Babies smell irresitable…and it’s no coincidence! Science shows our brains are wired to react to a baby’s smell, AND baby cuddles benefit parents too!
It’s 4am and you hear it.
A low, rising cry from the baby’s room.
The baby is awake…and pretty soon the whole house is going to know it!
You tiptoe across the dark hallway, groggy from sleep, wishing you were still in bed.
But as soon as you pick up that little one and get a whiff of their sweet baby smell, all is right in the world.
It doesn’t matter how tired I am (and believe me, with a teething 1-year-old, I’m realllllly tired these days) — as soon as my baby is in my arms, I feel my heart rate instantly lower.
Especially in those quiet, late-night moments, I always make a point to breathe deeply and take in that baby smell. (Don’t laugh – you do it too!) There’s just something about that sweet baby smell that is almost addictive!
Turns out, that’s not our imagination!
How Baby Cuddles Benefit Parents Too
It’s well-established that hugging and cuddling benefits babies and their development, but it turns out that those baby snuggles have a profound effect on parents and caregivers too!
Not only that, but we humans are genetically wired to be drawn to infants by their smell. (More on that in a minute!)
Four Ways Holding a Baby Benefits Parents & Caregivers:
- Reduces Stress — Parents who regularly engage in skin-to-skin contact with their baby report lower levels of depression and lower stress levels overall.1 That’s because holding a baby close is thought to release oxytocin, nicknamed the “love hormone” or the “cuddle hormone.”2
- Provides Healthy Touch — Touch is a powerful tool for humans of ALL ages, but most adults don’t get enough physical human contact. That’s primarily because we live in what DePauw University psychologist Matthew Hertenstein calls “a touch-phobic society,” with the amount of physical contact we experience declining drastically after childhood. The good news is that “a lot of those same beneficial physiological consequences [of touch] happen to […] the person doing the touching.”3 Snuggling a baby is a way to experience the benefits of human contact that many adults wouldn’t otherwise receive.
- Increases Bonding — Touch is an “essential channel of communication with caregivers for a child,” explains San Diego State University School of Communication emeritus professor Peter Andersen.3 Holding a baby not only provides a sense of closeness on both sides, but it also is a way that infants receive non-verbal communication from their caregivers.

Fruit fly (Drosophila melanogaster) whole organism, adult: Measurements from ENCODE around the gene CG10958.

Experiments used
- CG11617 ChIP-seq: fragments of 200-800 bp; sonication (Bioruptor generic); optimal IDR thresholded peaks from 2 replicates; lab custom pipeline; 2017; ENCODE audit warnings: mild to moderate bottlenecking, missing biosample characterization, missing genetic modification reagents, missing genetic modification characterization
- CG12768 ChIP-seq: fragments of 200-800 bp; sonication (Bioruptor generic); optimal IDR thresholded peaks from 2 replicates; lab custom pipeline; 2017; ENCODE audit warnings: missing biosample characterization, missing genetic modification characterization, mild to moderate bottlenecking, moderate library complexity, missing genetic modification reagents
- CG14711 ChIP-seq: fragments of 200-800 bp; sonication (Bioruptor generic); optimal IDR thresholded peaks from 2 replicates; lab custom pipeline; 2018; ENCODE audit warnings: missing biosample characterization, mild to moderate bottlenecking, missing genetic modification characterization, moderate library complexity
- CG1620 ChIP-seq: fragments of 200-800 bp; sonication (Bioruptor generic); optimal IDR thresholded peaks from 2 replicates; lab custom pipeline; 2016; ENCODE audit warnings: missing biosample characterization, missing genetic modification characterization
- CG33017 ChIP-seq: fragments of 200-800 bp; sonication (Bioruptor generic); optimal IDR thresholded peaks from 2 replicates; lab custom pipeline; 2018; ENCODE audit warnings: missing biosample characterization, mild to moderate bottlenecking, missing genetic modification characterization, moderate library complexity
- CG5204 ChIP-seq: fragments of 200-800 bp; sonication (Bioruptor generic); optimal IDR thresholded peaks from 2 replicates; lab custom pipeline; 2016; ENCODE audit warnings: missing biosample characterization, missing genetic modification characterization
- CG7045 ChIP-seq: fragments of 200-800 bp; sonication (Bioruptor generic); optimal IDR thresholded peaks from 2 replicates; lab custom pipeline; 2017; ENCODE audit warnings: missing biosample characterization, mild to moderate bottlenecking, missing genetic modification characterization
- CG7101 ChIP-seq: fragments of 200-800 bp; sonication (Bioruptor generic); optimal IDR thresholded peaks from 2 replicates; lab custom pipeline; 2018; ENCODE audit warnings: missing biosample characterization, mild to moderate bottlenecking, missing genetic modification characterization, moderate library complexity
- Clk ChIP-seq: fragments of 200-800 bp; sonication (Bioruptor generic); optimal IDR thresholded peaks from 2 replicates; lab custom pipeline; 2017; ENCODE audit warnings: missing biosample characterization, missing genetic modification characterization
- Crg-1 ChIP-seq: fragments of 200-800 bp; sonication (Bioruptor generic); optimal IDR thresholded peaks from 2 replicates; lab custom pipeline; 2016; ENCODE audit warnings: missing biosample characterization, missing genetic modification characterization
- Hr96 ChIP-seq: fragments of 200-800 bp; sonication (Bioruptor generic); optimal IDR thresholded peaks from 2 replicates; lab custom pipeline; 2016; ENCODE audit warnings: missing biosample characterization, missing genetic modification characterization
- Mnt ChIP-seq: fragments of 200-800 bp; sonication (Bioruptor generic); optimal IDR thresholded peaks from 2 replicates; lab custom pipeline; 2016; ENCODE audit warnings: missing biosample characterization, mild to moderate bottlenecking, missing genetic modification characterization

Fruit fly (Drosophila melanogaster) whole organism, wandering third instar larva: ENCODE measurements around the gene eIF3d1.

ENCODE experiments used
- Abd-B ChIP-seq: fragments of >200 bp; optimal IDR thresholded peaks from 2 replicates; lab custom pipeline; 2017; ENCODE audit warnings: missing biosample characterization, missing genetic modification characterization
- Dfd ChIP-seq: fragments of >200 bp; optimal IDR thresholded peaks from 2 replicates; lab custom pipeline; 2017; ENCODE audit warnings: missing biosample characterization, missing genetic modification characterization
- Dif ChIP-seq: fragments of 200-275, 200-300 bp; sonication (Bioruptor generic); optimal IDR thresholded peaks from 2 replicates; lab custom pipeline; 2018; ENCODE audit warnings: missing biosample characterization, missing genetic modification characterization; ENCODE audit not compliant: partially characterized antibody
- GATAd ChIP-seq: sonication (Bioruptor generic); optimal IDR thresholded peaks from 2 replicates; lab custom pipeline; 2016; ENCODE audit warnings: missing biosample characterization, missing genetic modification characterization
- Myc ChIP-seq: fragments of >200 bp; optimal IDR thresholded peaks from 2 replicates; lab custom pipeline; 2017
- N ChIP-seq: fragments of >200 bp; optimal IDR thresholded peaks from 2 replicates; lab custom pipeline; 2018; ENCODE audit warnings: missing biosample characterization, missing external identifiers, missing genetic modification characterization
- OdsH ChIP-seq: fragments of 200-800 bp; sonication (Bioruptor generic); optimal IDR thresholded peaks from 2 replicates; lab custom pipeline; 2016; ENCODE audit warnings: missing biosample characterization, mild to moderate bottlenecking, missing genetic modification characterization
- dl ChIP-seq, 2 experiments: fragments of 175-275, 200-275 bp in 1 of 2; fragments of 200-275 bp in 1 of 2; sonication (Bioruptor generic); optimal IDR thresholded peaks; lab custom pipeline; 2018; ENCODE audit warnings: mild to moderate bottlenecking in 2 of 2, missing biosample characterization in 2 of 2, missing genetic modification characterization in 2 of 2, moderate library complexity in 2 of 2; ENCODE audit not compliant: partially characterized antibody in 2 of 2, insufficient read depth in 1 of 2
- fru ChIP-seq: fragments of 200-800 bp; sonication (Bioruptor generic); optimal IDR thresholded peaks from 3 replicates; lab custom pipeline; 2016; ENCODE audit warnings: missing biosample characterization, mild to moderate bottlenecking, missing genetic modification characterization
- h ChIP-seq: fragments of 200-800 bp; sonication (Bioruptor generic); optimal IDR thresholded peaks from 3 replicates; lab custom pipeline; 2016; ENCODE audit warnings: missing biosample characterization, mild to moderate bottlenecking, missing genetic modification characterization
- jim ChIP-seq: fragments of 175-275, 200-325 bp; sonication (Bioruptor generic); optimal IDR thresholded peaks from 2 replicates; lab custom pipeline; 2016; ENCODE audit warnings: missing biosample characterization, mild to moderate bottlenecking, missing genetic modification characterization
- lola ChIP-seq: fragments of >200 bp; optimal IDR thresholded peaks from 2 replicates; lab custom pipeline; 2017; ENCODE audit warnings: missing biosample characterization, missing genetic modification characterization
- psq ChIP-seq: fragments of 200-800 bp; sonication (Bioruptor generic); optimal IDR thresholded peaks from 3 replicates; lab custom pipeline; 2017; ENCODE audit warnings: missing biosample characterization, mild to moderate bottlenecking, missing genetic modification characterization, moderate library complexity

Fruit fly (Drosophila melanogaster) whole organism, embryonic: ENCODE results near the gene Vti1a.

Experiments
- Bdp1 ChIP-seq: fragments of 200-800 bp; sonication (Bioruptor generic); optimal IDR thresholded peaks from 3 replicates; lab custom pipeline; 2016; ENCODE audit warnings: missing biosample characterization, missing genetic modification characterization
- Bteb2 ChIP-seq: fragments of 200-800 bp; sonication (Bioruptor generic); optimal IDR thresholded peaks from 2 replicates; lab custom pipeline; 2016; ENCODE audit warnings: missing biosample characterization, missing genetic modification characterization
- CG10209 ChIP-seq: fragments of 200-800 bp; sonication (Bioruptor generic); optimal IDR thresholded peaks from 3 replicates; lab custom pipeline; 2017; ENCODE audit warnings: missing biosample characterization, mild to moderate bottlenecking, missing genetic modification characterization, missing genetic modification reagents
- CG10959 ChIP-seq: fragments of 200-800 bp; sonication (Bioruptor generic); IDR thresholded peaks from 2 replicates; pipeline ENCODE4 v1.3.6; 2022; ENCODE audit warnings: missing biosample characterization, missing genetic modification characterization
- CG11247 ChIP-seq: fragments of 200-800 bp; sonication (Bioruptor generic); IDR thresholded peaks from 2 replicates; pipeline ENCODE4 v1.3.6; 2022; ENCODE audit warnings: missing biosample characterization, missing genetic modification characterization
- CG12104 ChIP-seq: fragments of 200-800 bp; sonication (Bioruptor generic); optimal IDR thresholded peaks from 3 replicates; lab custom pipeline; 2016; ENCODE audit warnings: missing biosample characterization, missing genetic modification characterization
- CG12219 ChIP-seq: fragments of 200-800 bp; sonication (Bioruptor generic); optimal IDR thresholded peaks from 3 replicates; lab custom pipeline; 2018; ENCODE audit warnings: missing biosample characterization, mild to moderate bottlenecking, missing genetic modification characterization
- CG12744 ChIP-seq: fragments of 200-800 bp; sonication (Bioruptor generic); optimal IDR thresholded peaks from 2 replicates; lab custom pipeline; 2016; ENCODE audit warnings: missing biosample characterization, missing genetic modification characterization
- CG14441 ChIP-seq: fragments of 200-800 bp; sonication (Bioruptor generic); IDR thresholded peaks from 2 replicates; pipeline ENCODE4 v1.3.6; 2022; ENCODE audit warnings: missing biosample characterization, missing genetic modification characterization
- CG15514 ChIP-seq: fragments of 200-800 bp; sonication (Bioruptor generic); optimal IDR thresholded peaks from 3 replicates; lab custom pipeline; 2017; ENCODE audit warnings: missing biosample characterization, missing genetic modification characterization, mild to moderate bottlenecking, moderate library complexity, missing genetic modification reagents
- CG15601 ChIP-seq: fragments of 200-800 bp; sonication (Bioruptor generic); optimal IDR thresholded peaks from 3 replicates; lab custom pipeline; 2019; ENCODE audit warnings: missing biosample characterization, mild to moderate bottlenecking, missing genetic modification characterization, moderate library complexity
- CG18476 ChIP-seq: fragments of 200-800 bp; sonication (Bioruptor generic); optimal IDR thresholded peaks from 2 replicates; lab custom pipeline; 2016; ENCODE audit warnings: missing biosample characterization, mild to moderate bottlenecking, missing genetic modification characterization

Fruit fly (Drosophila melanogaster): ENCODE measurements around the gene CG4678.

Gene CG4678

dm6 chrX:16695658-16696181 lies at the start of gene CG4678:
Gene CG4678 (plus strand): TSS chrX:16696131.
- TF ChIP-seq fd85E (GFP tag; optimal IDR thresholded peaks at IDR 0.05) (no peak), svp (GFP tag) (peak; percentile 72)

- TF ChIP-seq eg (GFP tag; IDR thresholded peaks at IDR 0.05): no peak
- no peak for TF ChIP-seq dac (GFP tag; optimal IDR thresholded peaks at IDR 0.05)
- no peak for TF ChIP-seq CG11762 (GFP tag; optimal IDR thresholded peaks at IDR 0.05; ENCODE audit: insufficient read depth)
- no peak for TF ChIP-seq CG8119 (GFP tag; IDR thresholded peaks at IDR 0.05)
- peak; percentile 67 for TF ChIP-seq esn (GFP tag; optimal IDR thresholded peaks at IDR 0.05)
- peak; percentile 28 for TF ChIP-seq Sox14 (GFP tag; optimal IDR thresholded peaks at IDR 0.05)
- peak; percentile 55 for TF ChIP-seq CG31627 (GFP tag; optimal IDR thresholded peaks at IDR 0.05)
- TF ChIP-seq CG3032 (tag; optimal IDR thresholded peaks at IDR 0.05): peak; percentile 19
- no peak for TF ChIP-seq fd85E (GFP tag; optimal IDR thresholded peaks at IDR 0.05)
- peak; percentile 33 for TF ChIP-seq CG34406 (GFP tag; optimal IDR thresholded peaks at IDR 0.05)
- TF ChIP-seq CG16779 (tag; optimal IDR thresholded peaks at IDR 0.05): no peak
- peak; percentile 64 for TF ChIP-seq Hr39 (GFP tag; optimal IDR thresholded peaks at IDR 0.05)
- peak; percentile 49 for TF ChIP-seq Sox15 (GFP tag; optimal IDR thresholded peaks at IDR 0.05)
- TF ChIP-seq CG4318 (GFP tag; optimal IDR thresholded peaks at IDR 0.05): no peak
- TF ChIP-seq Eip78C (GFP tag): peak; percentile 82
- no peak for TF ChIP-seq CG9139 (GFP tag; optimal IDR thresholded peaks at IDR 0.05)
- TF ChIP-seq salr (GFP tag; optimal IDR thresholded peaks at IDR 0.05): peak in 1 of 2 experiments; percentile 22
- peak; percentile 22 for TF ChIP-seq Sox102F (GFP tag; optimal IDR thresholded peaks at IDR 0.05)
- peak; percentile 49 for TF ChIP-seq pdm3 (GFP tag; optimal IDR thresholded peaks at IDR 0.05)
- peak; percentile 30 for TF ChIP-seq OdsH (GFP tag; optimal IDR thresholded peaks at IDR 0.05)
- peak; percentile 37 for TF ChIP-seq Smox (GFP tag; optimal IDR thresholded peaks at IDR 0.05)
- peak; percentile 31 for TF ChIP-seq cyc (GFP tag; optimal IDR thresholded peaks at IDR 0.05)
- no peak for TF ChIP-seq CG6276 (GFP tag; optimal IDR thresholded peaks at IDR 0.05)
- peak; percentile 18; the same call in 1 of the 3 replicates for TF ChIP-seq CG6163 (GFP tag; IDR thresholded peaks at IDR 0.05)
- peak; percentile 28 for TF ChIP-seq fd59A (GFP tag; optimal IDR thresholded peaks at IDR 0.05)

- You Might Live Longer — This one is specifically for the grandparents! A well-known study found evidence that being an involved grandparent may lead to a longer life. Furthermore, “there is a lot of research that points to the health benefits of being connected to others in positive relationships.”4
While there is a lot of science to show that it’s beneficial to our well-being to snuggle babies, for many it doesn’t require any convincing at all!
In fact, whenever we have a family gathering, all of the grandparents fight over who gets to hold the baby. Well, not fight, but they definitely all want their turn!
My mom loves to tell the story of how when I was a baby and we went to visit my grandparents, they’d rush to the car to see who could get to me first.
What is it about babies that literally draws us to them? Is it really that sweet baby smell?
Why Babies Smell Good (and We Love it So Much)
When you feel drawn to a baby, or an urge to sniff them, it’s more than just simple preference, it’s thousands and thousands of years of genetics!
A 2013 study found that much like animals, our brains are hard-wired to positively respond to the smell of a baby. This is likely a survival mechanism to make sure that adults take care of vulnerable infants.
The 2013 study brought together a group of 30 women – half of them were mothers and half of them were not. All of the women were exposed to the smell extracted from baby pajamas and underwent MRI brain scans while doing so.
The team of international researchers explains found that all of the women experienced similar results, with the “cerebral reward learning networks [being] activated by the detection of an infant’s body odor.”5
In regular-people-speak: smelling babies releases feel-good chemicals in our brains.
The study focused on women, though it’s possible that baby smell has a similar effect on men.
Now you know, you’re not imagining that feeling of just wanting to hold a baby close, and take a deep whiff! So go ahead and do it, you’ll both benefit tremendously!
More of our most popular posts about babies:
- Harmon, Katherine. “How Important is Physical Contact with Your Infant?” Scientific American, 6 May 2010, https://www.scientificamerican.com/article/infant-touch/.
- Pappas, Stephanie. “Oxytocin: Facts About the ‘Cuddle Hormone.” LiveScience, 4 June 2015, https://www.livescience.com/42198-what-is-oxytocin.html
- Chillot, Rick. “The Power of Touch.” Psychology Today, 11 March 2013, https://www.psychologytoday.com/us/articles/201303/the-power-touch.
- Garska, Sara. “BLOG: Can Being a Grandparent Help You Live Longer?” My Think Big Life, 21 April 2019, https://mythinkbiglife.com/can-being-a-grandparent-help-you-live-longer/.
- Lundström, J. N., Mathe, A., Schaal, B., Frasnelli, J., Nitzsche, K., Gerber, J., & Hummel, T. (2013). “Maternal status regulates cortical responses to the body odor of newborns.” Frontiers in psychology, 4. https://www.ncbi.nlm.nih.gov/pmc/articles/PMC3763193/